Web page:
A unique collection of vertically split log seating by Japanese firm Torafu architects, which were made from a tree using a Kobiki saw, a tool usually used for felling trees.
New work by Akihiko Sugita, a young craftsman who respects the traditional values of lacquer production, but at the same time looks forward to create modern shapes and finishes.
Kuramoto studios was founded in Tokyo in 2008 by Japanese Designer Jin Kuramoto. He works on various product design projects, but his concept is to focus on the “essence of things”.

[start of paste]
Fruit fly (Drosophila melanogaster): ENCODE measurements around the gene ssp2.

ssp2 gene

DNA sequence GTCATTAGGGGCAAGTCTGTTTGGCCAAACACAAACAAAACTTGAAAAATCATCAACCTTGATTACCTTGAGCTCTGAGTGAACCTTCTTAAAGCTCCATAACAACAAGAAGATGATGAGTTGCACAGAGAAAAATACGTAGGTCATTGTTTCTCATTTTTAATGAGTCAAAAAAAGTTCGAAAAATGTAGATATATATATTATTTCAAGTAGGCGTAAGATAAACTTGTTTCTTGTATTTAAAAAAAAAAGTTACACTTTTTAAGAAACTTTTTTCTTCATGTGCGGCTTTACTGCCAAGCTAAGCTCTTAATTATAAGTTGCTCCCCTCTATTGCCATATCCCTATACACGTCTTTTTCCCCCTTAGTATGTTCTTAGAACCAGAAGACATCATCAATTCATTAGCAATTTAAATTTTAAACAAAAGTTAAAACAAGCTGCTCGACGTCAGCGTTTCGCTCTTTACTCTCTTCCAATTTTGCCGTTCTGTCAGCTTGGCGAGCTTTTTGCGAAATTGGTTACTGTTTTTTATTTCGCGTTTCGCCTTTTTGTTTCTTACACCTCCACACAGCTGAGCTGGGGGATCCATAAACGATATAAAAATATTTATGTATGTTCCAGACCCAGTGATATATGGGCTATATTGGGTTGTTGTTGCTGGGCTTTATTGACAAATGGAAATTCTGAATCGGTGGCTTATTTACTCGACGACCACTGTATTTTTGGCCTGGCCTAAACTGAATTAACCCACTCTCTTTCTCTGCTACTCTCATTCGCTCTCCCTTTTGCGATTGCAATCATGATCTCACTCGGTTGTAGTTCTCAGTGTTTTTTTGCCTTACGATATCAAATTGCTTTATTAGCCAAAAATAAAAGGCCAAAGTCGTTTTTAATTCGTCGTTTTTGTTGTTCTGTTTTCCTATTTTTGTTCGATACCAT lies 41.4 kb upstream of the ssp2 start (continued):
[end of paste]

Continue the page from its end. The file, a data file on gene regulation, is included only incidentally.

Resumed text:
I bumped in to the functional work of Japanese artist Toshihisa Ishihara, and it reminded me how these old techniques in clay can apply charm and character to the finished objects.
John from Mjolk was kind enough to send over a selection of exclusive imagery from inside their new publication, Mjolk Volume IV, which interviews creatives like Keisuke and Michiko Iwata.
Through the ingenuity of the designers at Hikiyose they have been able to utilise all of the parts of a flat piece of wood, turning something two dimensional into a full three-dimensional object.